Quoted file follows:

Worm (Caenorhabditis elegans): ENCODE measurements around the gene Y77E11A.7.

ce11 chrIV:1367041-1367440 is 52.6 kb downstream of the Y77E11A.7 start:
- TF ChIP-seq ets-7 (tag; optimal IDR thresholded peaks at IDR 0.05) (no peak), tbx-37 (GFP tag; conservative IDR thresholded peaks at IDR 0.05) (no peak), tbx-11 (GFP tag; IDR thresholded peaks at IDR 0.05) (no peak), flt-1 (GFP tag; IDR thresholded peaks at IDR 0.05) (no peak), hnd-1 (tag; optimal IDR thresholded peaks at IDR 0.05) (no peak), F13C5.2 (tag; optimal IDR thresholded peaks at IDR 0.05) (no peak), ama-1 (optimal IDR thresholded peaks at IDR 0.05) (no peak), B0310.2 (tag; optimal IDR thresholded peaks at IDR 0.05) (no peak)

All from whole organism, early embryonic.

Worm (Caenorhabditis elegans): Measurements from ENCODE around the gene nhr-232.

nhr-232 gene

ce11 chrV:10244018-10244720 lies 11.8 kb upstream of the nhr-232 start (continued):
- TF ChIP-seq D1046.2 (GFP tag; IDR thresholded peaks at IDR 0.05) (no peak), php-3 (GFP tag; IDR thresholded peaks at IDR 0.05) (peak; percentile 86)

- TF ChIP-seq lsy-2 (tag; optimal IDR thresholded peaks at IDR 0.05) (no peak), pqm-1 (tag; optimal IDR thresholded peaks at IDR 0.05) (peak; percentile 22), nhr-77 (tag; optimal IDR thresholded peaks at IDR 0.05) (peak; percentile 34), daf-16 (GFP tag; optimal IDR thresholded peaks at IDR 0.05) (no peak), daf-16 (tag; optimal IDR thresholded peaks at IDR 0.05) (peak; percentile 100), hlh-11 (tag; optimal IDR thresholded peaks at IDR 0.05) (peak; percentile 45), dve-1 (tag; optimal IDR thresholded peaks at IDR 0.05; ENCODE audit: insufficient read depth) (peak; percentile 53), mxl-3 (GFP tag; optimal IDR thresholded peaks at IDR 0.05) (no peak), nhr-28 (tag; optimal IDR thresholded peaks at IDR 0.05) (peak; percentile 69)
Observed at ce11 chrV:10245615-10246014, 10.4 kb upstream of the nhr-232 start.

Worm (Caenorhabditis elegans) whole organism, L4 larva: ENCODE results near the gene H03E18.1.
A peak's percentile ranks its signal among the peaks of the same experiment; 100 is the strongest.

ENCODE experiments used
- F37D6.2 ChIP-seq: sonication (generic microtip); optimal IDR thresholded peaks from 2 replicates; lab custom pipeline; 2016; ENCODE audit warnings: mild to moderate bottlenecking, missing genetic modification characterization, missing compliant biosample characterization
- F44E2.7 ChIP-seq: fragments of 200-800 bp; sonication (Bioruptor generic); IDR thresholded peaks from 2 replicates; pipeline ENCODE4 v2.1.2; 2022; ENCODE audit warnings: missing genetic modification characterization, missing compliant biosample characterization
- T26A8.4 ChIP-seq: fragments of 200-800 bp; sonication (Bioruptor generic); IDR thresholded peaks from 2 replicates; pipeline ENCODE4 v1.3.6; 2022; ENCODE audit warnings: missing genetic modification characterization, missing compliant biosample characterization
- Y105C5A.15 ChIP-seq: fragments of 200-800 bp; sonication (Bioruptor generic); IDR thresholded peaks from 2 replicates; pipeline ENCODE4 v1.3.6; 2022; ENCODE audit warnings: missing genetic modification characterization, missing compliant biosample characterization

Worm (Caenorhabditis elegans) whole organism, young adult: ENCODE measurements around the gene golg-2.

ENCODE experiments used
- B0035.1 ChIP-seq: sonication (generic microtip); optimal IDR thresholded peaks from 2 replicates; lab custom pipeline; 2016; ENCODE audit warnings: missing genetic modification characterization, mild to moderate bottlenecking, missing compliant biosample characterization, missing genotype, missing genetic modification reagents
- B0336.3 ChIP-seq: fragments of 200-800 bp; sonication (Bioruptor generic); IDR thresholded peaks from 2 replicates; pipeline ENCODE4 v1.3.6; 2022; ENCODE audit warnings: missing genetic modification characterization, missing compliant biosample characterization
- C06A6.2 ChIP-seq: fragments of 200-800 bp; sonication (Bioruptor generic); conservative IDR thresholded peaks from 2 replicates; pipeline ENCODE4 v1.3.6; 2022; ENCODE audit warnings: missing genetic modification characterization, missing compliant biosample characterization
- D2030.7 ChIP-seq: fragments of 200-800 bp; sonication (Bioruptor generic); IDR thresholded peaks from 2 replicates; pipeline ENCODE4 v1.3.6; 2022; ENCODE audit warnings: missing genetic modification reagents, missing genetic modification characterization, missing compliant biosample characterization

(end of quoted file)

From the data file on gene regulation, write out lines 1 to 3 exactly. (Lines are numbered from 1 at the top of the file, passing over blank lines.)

Worm (Caenorhabditis elegans): ENCODE measurements around the gene Y77E11A.7.

ce11 chrIV:1367041-1367440 is 52.6 kb downstream of the Y77E11A.7 start:
- TF ChIP-seq ets-7 (tag; optimal IDR thresholded peaks at IDR 0.05) (no peak), tbx-37 (GFP tag; conservative IDR thresholded peaks at IDR 0.05) (no peak), tbx-11 (GFP tag; IDR thresholded peaks at IDR 0.05) (no peak), flt-1 (GFP tag; IDR thresholded peaks at IDR 0.05) (no peak), hnd-1 (tag; optimal IDR thresholded peaks at IDR 0.05) (no peak), F13C5.2 (tag; optimal IDR thresholded peaks at IDR 0.05) (no peak), ama-1 (optimal IDR thresholded peaks at IDR 0.05) (no peak), B0310.2 (tag; optimal IDR thresholded peaks at IDR 0.05) (no peak)